The landmark Cézanne retrospective travels across the pond from Chicago’s Art Institute to the Tate Modern.
The first major survey of his work in 30 years, the exhibition brings forward the full arc of his practice, ranging from his cornucopias of pastoral reflections to genre-redefining still lifes, and of course, his elysian bathers, while the more famed artworks (at least in the public and auction eye) are absent. And so, as popular celebrity falls away, what emerges is a towering register of artworks that serve not only to educate but illuminate, to draw back the curtain on the creative genius that was Paul Cézanne.
One could chuckle at the departures between an artist who saw mixed commercial success during his lifetime, and the rubberstamps of wealth that surround the show: its being held in the Eyal Ofer galleries, named after patriarch of the Israeli real estate and shipping dynasty, and sponsored by EY. But no matter – here, art triumphs contradiction.
The show’s first work is telling. Self Portrait with Pink Background is an uncompromising introduction. Wrapped in a thick overcoat and sporting an unkempt beard, Cézanne commands our gaze and projects the image of a provincial artist, and is accompanied by walls adorned with his notorious maxims, like ‘With an apple I will astonish Paris’ and ‘I paint as I see, as I feel…They also feel and see like, but they don’t dare…I dare’. The room becomes a calling card for an artist whose dual commitment and self-confidence shines through, and grants us a lasting impression that lingers through the exhibition.
From there we are taken through meta-narratives deemed paramount to weaving a thematic understanding of the artist’s oeuvre to “[focus] on the many tensions and contradictions in Cézanne’s work” (i). Pictorial convention quickly goes out the window as apples roll, mountains unfold from within themselves and subjects become disimagined and reimagined.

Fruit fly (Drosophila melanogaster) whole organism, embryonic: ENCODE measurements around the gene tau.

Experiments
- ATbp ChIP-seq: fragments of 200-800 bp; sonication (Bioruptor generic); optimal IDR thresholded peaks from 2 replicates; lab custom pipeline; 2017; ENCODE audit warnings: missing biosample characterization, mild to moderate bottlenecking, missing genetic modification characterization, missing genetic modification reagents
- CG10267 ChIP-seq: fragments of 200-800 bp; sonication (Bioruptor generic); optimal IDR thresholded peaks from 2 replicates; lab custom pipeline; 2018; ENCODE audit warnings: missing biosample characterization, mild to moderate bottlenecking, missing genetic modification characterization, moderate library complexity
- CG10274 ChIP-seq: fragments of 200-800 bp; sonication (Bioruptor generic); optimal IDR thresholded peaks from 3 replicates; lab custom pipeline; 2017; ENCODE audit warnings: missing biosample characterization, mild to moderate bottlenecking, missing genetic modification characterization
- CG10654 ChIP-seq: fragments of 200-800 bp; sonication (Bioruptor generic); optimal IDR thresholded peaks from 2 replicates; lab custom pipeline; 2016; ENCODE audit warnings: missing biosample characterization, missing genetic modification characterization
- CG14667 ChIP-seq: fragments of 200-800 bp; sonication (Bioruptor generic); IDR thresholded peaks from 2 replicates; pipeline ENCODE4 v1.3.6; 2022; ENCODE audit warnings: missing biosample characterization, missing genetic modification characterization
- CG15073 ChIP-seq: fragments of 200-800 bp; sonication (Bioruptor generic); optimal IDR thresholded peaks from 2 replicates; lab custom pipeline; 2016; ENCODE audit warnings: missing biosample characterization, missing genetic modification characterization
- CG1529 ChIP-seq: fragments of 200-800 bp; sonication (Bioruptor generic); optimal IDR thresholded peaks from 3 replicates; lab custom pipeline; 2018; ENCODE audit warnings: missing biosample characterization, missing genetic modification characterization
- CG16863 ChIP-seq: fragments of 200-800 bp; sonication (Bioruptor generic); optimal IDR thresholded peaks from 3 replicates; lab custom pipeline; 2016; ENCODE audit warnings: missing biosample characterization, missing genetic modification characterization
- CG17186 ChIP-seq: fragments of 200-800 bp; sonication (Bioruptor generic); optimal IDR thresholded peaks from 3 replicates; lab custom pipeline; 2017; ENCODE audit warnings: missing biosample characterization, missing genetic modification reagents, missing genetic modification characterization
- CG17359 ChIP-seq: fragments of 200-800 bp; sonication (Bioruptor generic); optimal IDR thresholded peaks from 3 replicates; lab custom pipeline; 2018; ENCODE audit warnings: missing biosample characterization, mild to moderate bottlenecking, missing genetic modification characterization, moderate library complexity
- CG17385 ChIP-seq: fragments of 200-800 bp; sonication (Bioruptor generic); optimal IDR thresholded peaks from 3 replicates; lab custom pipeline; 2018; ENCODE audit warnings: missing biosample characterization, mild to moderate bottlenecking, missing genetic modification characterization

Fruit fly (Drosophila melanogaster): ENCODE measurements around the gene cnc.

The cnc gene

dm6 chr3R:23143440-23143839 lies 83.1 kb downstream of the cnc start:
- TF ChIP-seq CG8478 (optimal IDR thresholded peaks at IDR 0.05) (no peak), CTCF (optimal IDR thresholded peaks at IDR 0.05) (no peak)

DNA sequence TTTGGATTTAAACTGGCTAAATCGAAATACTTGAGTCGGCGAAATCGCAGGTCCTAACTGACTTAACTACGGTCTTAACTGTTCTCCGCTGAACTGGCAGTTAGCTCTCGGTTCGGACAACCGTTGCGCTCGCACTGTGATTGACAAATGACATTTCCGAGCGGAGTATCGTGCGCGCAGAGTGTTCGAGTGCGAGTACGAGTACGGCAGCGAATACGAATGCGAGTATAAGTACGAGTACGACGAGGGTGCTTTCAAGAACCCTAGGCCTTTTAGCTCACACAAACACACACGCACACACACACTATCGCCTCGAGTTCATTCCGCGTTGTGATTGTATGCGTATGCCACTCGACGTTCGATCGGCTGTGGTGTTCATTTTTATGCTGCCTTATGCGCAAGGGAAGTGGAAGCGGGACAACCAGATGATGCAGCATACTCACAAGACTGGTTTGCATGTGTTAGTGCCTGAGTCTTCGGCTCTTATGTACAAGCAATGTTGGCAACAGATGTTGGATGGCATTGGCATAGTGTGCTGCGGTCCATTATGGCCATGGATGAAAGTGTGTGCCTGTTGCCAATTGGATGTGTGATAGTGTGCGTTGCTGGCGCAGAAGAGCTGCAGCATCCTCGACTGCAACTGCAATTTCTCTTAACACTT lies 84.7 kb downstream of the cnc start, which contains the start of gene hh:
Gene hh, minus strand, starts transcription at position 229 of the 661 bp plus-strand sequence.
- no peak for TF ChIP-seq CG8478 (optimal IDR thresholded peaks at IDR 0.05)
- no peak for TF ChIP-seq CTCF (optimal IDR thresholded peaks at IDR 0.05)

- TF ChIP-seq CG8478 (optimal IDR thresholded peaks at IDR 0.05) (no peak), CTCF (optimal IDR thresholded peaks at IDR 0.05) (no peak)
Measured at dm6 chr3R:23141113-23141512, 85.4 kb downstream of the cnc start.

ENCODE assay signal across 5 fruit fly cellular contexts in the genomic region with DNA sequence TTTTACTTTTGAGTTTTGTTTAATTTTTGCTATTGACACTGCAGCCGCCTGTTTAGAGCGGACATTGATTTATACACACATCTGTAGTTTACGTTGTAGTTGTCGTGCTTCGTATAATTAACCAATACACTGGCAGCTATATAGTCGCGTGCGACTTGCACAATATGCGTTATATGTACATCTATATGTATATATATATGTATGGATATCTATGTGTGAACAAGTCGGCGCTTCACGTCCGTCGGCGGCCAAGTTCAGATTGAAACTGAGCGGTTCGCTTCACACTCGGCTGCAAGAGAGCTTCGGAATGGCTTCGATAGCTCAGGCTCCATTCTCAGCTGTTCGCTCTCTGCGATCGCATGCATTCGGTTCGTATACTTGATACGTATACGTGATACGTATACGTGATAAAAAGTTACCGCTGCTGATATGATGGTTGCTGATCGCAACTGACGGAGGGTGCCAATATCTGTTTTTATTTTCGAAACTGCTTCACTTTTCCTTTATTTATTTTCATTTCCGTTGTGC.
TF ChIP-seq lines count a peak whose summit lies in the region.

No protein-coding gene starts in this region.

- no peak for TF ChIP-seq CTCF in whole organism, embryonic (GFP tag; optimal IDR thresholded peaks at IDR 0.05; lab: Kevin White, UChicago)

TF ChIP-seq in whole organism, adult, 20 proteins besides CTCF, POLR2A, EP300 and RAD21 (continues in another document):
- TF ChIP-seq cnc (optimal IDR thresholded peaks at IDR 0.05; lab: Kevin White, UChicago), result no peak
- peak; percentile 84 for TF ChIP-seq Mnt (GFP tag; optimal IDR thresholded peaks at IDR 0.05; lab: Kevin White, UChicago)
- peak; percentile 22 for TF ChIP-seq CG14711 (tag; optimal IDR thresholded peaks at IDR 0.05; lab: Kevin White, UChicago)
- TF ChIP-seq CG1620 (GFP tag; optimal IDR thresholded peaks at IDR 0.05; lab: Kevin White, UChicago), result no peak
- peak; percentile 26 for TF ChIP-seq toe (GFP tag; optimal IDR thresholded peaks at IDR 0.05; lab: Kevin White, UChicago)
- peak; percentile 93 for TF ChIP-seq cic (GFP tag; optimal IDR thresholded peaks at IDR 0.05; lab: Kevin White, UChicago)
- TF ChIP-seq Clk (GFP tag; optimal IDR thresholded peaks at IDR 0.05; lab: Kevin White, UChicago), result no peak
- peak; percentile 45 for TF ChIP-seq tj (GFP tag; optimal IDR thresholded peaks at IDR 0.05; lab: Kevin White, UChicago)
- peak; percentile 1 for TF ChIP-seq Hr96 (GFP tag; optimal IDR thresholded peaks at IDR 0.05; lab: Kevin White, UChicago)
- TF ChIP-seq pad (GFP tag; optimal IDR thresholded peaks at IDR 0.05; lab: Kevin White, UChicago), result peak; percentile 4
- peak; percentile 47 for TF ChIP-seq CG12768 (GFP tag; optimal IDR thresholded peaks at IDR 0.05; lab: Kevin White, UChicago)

Location is important; it is Aix, Cézanne’s spiritual homeland, that provides the bucolic scenes in which we witness the development of his constructive brushstroke, the early rumblings of Cubism, and a tend towards abstraction, brilliantly expressed in Forest Floor (Sous-Bois). Compositional division is eliminated as the rich colours of southern France disintegrate into each other, and the impossible angularities of the trees form tartan to crown the work, a shining yet intense example of his later work.
Meanwhile, it is in the studio where Cézanne redefined the lowly genre of still life painting, and where his “research”, as the exhibition describes it, matures. In this isolated environment he carefully employs everyday objects (a plaster cupid aside) to interrogate the interrelations between object and space. The result? Mind-boggling visions of distorted perspective that seem to make the Earth swing on its axis and shift the very ground beneath us.